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The Yellowknives Dene First Nation (YKDFN) has pulled its support for one of the GNWT’s largest infrastructure projects.

In a sharply written letter, signed by both Ndilo Chief Ernest Betsina and Dettah Chief Ed Sangris, the First Nation leaders stated that the Government of the Northwest Territories has not worked collaboratively as had been understood over the past year to ensure local Indigenous and northern businesses benefit from the project.

The letter declaring that the YKDFN would no longer support the Slave Geological Province access project was shared with news outlets Friday afternoon.

The proposed route for the Slave Geological Province Access Corridor, which would link the highway system to the NWT’s diamond mines. graphic courtesy of the GNWT

The Slave Geological Province project according to the GNWT Department of Infrastructure promises to extend mineral extraction potential over the next decade by building an access road with hydro lines into the eastern region of the Northwest Territories up to the border of Nunavut.

Last August, the GNWT secured $40 million for pre-emptive work on the 413 kilometre, two-lane gravel route.  Thirty million dollars of that money came from the federal government, with the remainder coming from the territory.

That money, was “to support environmental regulatory reviews and planning studies to advance the Slave Geological Province Corridor,” according to the department.

The YKDFN letter states to get the federal money, the GNWT had to demonstrate First Nations buy-in. YKDFN involvement is central to the project because the access road is to run through the heart of Chief Drygeese Territory.

“The YKDFN letter of support was given based on the premise that we would be able to have input on how that money was best utilized through working groups and steering groups,” states the letter. “We now know that our support for the GNWT’s funding request was provided under false pretenses.”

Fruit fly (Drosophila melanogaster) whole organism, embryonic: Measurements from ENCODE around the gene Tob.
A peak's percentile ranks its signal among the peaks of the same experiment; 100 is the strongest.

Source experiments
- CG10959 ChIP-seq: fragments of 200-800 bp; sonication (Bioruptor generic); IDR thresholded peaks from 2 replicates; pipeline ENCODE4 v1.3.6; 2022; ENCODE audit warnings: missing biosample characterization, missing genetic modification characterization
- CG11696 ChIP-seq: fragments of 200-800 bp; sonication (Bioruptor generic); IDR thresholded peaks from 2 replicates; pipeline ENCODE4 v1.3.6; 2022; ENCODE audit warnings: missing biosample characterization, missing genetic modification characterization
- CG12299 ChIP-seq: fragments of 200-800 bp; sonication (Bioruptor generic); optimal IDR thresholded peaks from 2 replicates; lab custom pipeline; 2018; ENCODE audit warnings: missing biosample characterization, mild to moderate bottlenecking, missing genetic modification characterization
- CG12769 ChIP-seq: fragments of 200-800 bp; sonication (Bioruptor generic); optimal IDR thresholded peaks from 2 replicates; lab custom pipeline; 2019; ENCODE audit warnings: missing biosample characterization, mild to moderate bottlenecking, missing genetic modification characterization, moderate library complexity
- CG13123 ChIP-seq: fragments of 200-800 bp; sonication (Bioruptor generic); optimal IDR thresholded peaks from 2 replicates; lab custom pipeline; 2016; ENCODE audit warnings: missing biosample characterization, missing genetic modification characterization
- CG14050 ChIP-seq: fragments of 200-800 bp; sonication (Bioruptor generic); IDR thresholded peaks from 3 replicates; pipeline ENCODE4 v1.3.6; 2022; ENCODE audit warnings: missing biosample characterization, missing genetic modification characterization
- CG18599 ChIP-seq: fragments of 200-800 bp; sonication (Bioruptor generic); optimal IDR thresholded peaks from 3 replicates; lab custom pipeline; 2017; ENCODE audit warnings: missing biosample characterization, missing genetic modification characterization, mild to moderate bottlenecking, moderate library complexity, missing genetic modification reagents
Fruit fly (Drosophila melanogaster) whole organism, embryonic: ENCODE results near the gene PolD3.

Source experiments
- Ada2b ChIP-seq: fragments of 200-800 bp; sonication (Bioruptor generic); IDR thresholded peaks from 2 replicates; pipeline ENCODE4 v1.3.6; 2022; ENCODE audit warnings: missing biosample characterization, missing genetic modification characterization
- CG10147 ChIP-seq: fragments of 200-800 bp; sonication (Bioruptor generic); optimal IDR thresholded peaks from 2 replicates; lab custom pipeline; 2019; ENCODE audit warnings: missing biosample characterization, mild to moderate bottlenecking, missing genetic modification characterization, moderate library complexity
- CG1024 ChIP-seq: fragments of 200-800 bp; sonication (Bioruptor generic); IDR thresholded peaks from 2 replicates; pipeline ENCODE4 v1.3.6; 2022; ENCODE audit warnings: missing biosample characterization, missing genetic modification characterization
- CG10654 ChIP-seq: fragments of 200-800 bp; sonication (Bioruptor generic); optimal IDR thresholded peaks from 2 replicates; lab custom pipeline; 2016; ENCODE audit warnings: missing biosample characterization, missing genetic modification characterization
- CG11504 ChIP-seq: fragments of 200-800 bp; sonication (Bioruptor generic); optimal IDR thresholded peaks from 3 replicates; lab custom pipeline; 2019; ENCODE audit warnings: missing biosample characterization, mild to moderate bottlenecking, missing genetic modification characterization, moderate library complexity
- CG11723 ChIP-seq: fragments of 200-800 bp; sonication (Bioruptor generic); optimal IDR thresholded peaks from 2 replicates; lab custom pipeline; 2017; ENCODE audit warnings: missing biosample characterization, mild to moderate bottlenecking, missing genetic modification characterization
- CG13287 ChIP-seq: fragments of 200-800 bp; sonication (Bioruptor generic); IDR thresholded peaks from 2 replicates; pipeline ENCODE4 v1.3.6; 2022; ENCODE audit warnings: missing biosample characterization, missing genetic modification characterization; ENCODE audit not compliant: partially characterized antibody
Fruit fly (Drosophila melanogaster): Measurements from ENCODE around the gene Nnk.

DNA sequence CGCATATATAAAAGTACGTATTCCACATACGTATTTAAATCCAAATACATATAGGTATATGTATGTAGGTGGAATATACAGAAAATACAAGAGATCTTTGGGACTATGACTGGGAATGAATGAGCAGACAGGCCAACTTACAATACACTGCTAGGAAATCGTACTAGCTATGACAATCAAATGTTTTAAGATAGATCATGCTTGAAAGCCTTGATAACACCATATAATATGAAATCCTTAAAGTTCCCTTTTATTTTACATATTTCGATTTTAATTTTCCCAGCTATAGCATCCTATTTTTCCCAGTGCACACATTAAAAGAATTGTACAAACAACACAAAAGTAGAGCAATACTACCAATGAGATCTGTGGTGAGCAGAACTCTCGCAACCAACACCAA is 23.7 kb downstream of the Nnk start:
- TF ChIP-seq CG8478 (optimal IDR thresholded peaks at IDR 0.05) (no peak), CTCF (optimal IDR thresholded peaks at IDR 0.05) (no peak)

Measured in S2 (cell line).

Sources close to the project say that the First Nation has most at stake in the project as environmental concerns are paramount, especially involving the potential of caribou migration and habitat.

“Based on our MOU discussions, we supported the GNWT’s request to the federal government for funding (letter issued on May 1st, 2019),” the letter continues. “We believed that the Yellowknives Dene First Nation would have input on how this project would eventually take shape.

“Both Chiefs signed this MOU on August 13th, 2019, as of today it remains unsigned by the GNWT.”

As an ongoing issue more broadly, the YKDFN charge that the territory’s procurement policy is not helping Indigenous and Northern businesses.

It charges this is why the First Nation is now being left out of contracts for the project’s initial steps while multi-national firms from the south benefit.

NWT MP Michael McLeod, left, and then GNWT Minister of Infrastructure Wally Schumman announced funding for infrastructure connecting NWT to Nunavut in August 2019 at the legislative assembly.
NNSL file photo

“Antiquated methods of procurement and Indigenous engagement continue to hold our economy back; consequently, we can no longer remain silent as our Territory slips further into decline,” states the letter.

The letter states that the money isn’t going to building skill capacity among northern and Indigenous people or supporting the territorial business sector.

NNSL Media sent a series of question to the GNWT Department of Infrastructure and Tu Nedhe-Willideh MLA Steve Norn Friday afternoon.

This story will be updated as more information becomes available.

See the full letter ‘Yellowknives Dene First Nation retract support for the Slave Geological Province Corridor until the GNWT takes the action necessary to ensure that Northerners benefit from the project’ here.

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Simon Whitehouse

Simon Whitehouse came to Yellowknife to work with Northern News Services in 2011. A through and through "County boy" from Prince Edward County, Ont., Simon obtained his journalism education at Algonquin...

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